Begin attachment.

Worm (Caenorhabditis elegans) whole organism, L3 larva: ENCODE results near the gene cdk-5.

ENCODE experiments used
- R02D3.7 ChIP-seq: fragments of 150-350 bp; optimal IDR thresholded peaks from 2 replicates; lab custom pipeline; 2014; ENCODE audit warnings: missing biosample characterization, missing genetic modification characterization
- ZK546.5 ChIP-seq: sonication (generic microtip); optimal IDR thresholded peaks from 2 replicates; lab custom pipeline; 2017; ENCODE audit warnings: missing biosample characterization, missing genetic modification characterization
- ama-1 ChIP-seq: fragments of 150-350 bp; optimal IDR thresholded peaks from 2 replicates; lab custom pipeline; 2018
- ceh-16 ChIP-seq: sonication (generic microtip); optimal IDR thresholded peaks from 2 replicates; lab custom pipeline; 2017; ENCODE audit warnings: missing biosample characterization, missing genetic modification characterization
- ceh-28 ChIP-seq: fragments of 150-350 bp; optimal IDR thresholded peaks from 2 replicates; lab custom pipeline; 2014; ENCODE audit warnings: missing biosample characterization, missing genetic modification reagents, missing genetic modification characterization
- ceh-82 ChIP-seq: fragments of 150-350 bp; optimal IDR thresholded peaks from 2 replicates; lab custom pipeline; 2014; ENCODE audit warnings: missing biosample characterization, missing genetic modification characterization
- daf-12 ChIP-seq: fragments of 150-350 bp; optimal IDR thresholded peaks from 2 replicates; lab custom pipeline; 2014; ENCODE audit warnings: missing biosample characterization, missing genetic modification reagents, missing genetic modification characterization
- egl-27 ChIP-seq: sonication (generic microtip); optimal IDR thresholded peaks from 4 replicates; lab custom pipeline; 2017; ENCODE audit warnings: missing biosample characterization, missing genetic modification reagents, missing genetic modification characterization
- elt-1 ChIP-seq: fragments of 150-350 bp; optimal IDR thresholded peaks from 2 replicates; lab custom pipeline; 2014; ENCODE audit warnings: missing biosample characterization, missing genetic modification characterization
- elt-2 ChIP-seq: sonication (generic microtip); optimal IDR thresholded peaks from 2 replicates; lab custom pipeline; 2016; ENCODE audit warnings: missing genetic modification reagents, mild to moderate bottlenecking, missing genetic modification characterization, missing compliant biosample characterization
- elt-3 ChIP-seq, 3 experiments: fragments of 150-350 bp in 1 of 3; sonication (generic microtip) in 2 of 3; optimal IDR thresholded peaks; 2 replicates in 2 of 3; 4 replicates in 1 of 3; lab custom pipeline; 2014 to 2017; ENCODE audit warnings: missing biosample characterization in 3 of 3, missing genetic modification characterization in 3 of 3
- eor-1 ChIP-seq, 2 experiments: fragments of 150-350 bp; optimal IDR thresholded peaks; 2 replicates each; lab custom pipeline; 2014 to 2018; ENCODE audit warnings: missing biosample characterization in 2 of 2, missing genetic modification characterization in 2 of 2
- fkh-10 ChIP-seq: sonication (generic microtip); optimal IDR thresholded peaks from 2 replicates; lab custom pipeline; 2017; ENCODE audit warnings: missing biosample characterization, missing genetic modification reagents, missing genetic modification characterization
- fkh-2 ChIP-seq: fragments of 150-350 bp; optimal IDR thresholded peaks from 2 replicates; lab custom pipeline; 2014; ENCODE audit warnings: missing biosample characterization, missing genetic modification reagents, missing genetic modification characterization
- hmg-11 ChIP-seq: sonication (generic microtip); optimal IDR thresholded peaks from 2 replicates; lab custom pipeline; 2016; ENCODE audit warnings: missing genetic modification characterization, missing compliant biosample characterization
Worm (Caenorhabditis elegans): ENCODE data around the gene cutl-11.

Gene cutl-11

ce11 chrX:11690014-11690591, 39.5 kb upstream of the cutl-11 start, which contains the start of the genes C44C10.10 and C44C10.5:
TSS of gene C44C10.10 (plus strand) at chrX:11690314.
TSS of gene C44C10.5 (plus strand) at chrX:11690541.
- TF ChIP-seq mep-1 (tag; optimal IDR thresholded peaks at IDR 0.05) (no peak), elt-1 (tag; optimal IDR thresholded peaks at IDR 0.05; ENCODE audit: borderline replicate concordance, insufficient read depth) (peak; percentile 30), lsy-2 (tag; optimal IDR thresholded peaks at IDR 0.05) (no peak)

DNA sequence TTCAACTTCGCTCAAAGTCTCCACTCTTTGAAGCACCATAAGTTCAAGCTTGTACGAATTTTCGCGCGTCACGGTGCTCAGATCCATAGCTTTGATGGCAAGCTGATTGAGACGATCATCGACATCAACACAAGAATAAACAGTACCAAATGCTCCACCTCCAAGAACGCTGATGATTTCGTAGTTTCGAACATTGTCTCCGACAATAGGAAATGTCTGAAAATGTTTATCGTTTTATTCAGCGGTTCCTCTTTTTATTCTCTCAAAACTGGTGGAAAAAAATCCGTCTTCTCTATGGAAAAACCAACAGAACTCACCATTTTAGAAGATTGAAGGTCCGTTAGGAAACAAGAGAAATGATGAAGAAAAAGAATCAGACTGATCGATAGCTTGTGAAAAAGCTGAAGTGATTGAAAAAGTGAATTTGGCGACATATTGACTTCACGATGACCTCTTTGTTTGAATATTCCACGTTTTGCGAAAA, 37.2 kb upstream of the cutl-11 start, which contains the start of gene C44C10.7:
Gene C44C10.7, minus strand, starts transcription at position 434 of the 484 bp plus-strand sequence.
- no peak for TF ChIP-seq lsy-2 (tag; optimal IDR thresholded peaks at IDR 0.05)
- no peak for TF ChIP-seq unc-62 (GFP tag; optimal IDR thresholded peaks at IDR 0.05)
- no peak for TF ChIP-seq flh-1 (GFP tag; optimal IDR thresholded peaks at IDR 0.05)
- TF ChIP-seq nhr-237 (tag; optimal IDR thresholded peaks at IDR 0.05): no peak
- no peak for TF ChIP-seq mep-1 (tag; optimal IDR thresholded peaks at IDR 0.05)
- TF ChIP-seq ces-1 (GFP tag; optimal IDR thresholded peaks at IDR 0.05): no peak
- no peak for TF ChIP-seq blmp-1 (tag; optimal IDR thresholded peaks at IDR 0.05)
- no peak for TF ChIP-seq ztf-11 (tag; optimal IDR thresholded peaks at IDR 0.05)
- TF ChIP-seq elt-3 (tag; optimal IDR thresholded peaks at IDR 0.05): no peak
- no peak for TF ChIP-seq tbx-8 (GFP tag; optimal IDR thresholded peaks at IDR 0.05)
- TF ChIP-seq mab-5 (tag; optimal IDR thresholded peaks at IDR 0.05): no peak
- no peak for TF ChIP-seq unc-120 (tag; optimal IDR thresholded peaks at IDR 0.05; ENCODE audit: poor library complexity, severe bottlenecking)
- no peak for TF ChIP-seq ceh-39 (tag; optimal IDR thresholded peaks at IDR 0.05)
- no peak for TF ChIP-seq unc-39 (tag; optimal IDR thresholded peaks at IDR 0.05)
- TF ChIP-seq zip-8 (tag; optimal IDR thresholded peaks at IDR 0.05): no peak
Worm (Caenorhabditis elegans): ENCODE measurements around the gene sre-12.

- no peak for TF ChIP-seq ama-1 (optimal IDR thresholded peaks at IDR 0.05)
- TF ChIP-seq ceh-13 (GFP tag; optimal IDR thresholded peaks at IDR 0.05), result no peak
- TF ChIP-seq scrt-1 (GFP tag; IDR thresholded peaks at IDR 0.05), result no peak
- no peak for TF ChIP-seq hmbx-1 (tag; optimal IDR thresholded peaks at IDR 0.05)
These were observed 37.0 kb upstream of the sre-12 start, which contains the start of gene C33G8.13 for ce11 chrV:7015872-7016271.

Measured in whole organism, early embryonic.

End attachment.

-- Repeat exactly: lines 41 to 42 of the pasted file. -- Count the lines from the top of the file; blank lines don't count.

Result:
Worm (Caenorhabditis elegans): ENCODE measurements around the gene sre-12.

- no peak for TF ChIP-seq ama-1 (optimal IDR thresholded peaks at IDR 0.05)